Century’s choice

Fortunate as we have been in Queensland this year, I was able to experience exactly 100 shows in 2021 and though I am thankful for every single one of them, there are of course some that stand out as favourites.

1. The Revolutionists (The Curators)

The drama-filled French-revolutionist play about a playwright writing a play was passionate, powerful, political and full of important messaging about women’s importance in history and the fundamental role of theatre and culture in history and civilisation.

2. Boy Swallows Universe (Queensland Theatre)

More than just recreating Trent Dalton’s story, Queensland Theatre’s landmark production of “Boy Swallows Universe”, honoured the original text and transformed it as a work of its own, dynamic in its realisation and anchored around its theme of resilience.

3. Triple X (Queensland Theatre)

As the Queensland Theatre play that audiences waited a year for, “Triple X” provided a commentary on the complicated issues of gender and sexuality that was funny, honest and powerfully moving.

4. Prima Facie (Queensland Theatre)

Queensland Theatre’s production of Suzie Miller’s “Prima Facie” was a riveting 100-minute one-woman tour-de-force indictment of the legal system, appropriately acclaimed by the thunderous applause of three curtain calls.

5. Of Mice and Men (Ad Astra)

Ad Astra’s production of John Steinbeck’s “Of Mice and Men” served as a poignant reminder of not only the heartbreak of its story and themes, but of how classics are classics for a reason.

6. Fourthcoming (shake & stir theatre company)  

Shake & stir theatre company’s contemporary adults-only choose-your-own-adventure romantic comedy “Fourthcoming” not only placed the course of the narrative in the audience’s hands, but provided an avalanche of non-stop laugh-until-you-cry moments.

7. The Producers (Altitude Theatre)

Altitude Theatre’s inaugural production, “The Producers” was self-aware and hugely entertaining with distinctive musical numbers and laugh-out-louds a-plenty 

8. Anatomy of a Suicide (BC Productions)

The precision with which all elements of the three consecutively unfolding stories of BC Production’s “Anatomy of a Suicide” unfold made for a powerful exploration of the ideas of family, mental health, love and strong women.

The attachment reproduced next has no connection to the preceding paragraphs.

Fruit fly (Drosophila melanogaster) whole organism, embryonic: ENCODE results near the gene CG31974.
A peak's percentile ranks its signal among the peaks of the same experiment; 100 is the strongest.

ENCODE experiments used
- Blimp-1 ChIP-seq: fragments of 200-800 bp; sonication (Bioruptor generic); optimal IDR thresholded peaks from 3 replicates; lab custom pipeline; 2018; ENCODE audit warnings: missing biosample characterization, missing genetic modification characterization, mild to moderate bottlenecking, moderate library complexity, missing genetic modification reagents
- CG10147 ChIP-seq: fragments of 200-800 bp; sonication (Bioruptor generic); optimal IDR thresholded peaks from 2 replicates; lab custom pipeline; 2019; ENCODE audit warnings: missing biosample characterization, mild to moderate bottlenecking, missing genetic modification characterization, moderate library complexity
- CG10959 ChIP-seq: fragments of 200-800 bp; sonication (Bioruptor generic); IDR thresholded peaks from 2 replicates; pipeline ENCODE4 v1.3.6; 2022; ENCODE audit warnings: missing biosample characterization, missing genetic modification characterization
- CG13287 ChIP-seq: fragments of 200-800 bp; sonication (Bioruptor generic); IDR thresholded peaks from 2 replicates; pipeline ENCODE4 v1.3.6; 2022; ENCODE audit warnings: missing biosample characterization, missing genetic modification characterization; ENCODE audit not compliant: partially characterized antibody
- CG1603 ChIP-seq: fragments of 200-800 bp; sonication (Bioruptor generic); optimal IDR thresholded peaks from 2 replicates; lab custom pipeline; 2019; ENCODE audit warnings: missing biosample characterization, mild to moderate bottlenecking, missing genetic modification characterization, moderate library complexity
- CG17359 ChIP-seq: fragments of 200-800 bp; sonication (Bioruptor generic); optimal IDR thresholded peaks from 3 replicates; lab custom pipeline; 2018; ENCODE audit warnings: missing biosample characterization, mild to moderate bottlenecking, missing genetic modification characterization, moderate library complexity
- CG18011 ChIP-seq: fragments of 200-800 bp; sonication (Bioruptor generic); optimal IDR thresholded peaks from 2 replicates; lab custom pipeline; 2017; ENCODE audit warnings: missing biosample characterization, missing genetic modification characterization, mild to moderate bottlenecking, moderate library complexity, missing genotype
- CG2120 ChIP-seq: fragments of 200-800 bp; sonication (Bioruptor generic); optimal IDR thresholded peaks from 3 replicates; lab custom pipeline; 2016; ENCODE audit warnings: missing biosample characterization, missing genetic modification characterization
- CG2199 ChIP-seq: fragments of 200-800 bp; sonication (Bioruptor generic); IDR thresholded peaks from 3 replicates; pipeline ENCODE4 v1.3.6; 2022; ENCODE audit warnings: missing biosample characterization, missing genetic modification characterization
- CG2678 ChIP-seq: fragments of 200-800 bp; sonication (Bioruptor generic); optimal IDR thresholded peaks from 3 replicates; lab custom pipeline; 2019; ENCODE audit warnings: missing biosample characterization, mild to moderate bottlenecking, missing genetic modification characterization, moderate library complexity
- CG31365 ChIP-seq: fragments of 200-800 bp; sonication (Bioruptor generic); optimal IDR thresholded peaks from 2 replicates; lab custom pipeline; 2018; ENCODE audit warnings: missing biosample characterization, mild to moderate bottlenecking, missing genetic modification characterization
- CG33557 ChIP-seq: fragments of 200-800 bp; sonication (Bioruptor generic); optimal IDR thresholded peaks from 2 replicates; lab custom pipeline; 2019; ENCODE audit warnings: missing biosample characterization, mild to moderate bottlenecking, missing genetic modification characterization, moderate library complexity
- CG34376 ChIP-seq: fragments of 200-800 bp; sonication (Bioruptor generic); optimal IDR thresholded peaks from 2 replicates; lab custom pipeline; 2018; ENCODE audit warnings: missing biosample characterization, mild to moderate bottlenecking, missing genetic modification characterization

9. Elektra/Orestes (The Hive Collective)

The Hive Collective’s dynamic adaptation of Euripides’ classic Greek tragedy “Electra” was elevated in interest through a very clever second-half reversal of scenes, where events occurred in complement to the onstage action alongside the original dialogue.

10. Return to the Dirt (Queensland Theatre)

Steve Pirie’s Queensland Premier’s Drama Award winning “Return to the Dirt”, inspired by his real experiences working in a funeral home was not just an examination of what it means to die in the 21st century, but a very funny and moving night of entertainment at Queensland Theatre.

And of particular note….

Best Performance:

Glace Chase – Triple X (Queensland Theatre)

Playwright, Glace Chase was magnetic as the candid Dexi in “Triple X”. Bold but vulnerable, she made Dexi complex in her multi-dimension and identifiable in her inner conflicts, with a portrayal that added immensely to the emotional effect of the show’s unprecedented storytelling about love in the 21st century.

Oliver Childs – Our House (Brisbane Arts Theatre)

Oliver Childs not only showed a talent for characterisation in his realisation of the two Joe Caseys of the alternative realities of Brisbane Arts Theatre’s “Our House”, but his enthusiastic energy and vocal delivery worked well to encapsulate the spirit at the core of the jukebox musical’s experience.

Best Musical – Beautiful: The Carole King Musical (Spotlight Theatrical Company)

It was easy to understand why Spotlight Theatrical Company’s season of “Beautiful: The Carole King Musical” sold out before even opening, given the company’s polished approach to all of its aspects and especially the strong performances of its main cast members.

Best Ensemble – The Producers (Altitude Theatre)